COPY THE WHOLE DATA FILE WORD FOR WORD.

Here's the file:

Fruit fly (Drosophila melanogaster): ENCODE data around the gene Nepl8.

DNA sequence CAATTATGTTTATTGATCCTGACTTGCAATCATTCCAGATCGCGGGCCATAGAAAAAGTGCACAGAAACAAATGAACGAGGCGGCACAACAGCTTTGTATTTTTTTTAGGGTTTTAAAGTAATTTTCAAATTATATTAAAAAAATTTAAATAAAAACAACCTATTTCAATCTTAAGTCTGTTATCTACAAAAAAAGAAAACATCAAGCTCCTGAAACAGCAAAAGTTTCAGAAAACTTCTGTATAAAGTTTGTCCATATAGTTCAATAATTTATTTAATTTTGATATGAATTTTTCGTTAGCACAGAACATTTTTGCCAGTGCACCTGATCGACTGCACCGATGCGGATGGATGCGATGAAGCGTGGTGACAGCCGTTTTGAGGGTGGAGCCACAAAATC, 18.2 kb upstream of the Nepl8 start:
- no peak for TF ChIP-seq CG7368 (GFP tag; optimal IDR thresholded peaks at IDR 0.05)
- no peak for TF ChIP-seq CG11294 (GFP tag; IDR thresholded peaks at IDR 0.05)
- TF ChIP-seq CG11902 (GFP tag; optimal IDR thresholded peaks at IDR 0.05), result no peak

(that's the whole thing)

Fruit fly (Drosophila melanogaster): ENCODE data around the gene Nepl8.

DNA sequence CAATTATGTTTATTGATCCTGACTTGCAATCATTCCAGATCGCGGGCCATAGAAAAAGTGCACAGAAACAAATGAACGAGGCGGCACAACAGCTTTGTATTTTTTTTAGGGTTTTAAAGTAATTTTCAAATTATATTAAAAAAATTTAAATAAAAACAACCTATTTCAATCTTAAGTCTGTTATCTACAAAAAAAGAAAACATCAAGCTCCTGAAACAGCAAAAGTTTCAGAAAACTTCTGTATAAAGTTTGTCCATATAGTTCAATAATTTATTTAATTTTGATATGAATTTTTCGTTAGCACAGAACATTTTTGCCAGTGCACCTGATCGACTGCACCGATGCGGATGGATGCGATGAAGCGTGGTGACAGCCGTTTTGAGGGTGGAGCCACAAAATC, 18.2 kb upstream of the Nepl8 start:
- no peak for TF ChIP-seq CG7368 (GFP tag; optimal IDR thresholded peaks at IDR 0.05)
- no peak for TF ChIP-seq CG11294 (GFP tag; IDR thresholded peaks at IDR 0.05)
- TF ChIP-seq CG11902 (GFP tag; optimal IDR thresholded peaks at IDR 0.05), result no peak